We Are Fishing with The Wrong Bait

It is your turn to step up to the mic. Your audience is waiting for your message. The message of the others in this competition is swirling around their heads. You only have moments to capture their attention. And you need them to focus on your message long enough to understand how unique you are when compared to others.

But you are prepared. You have clearly articulated what you are looking for. You have established the expectations.

You have revised your script; updated the message and made it more appealing. You have even changed the title. This will surely resonate with this audience.

Don’t forget to mention how much fun it is to hang out with you. You highlight weekly interactions; occasional meals and annual lavish parties.

You have clearly illustrated your unique qualities; your values; your success; and the brightest of futures. Surely that will win them over to you.

Finally, you have articulated the benefits of throwing in with you. You will tailor the opportunity for the individual. And because they matter, they will be included in ownership.

You open your mouth and begin to speak. The words spill out naturally. The lights on the stage blind you to the audience faces, but you know in your heart they are getting it. You are passionate about your cause. Your words crescendo at the end. You hit hard on the benefits and owning a piece of the pie. You nailed it.

You wait for the applause. There is just silence. You think to yourself; I was so good that I left them speechless. And the silence continues. And continues.

As you have no doubt guessed, we have just posted a job. This is a popular method of talent sourcing. You and others repeat this action hundreds of thousands times a day. The more sophisticated use recruitment marketing platforms that automate the process through dozens of channels. You take into account modern techniques like SEO (search engine optimization) and SEM (search engine marketing) to ensure that your job post is closer to the top of the search engine results on Google. The most adventurous invest in CRM (candidate relationship management) software that enables us to email links to our job postings to specific audiences.

Welcome to talent sourcing in the digital age. 

Data from CEB tells us that 82% of the target audiences are open to a new position. We hear that and double down on advertising. We think all we need to do is push our jobs into more channels and automate the process. Wrong approach. False thesis.

All you have done is automate your post and pray methods. The same people are ignoring your messages. The resulting automation is energized incompetence. All you get is silence.

It’s a real headscratcher. Why do we keep investing money in talent sourcing methods that do not work? And the sad part is we know they don’t work because our jobs are not being filled with the quality of talent that we originally started out seeking.

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Fishing with the wrong bait.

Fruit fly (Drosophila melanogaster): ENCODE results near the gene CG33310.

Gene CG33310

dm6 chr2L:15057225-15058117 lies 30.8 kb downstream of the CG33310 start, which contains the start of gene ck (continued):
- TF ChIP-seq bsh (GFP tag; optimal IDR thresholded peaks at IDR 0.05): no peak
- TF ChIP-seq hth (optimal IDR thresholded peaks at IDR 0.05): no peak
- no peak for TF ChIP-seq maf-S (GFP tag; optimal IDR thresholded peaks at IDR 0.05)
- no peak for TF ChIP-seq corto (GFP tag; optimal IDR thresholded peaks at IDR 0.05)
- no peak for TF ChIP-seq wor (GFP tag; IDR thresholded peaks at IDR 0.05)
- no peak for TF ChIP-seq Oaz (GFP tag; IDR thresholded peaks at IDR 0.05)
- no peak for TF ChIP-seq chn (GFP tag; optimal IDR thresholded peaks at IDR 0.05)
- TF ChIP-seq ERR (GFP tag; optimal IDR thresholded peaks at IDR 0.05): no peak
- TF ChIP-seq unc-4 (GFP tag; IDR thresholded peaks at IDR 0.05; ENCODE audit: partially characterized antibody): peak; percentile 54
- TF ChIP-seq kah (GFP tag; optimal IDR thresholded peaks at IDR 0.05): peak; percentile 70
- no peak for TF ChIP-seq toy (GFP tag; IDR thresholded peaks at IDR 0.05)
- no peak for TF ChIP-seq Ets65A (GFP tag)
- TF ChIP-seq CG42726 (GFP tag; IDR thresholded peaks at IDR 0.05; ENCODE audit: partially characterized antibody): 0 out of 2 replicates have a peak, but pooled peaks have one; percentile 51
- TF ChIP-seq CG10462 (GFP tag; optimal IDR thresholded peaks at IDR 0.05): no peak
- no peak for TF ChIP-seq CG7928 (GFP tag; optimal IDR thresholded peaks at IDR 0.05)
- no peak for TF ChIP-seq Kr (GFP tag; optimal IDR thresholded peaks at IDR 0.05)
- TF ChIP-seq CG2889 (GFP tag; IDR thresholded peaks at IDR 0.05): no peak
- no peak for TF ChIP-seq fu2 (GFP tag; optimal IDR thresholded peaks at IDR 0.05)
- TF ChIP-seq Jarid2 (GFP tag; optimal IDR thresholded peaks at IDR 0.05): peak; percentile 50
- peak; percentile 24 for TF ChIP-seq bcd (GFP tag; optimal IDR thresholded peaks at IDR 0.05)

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As my Dad used to say, you are fishing with the wrong bait.

If we ask our colleagues in marketing, they would tell us that on the consumer side of things people respond to different messages at different stages of the buying process. In other words, marketing a job description is not the right approach (aka bait) to attract for a person that is not actively looking for a new opportunity. You are fishing with the wrong bait.

Job marketing is meant for active job seekers. Those folks comprise about 26% of a target audience. The other 56% of the people that are open to a new opportunity will require a different type of message.

So, what type of message will resonate with your target audience? I don’t know what will work in each case, but I do know that the message needs to start with them, the target talent. The offer must be relevant and valuable to target talent. The CEB (Corporate Executive Board) provides some insight into topics that are relevant to the target talent at four stages.

What if you tried something different?

Instead of doing the same old thing hoping it will work, what if you tried something new? What if you used research that indicates what will resonate with your target audience? It might just work differently.

It’s your turn. Your audience is waiting.


Marvin Smith is a veteran talent acquisition practitioner who focuses on strategic talent sourcing, talent community building, social recruiting, employment branding, and the use of technology to drive talent identification and engagement strategies. He has been on teams that were at the forefront of resurgence of talent sourcing as a strategic weapon in talent acquisition. These teams piloted groundbreaking programs (ERE-Media-award-winning) work that used business intelligence, data, and technology to segment the target talent audiences and build talent pipelines and communities. His current role is a strategic talent sourcing consultant with Lockheed Martin, where he is responsible for talent pipeline building for critical skills talent; project management of a RMP (recruitment marketing platform); and driving corporate-wide, talent community initiatives. Previously, he served as senior research recruiter on an internal executive recruiting team with the Bill & Melinda Gates Foundation; a strategic sourcing program manager with Blackberry (Research In Motion); and a talent sourcer/program manager for Microsoft. He is a writer and speaker on the topics of talent communities, strategic talent sourcing, Moneyball sourcing, and talent acquisition strategies. You can follow his blog or join a community that he created on talent community development or follow him on Twitter.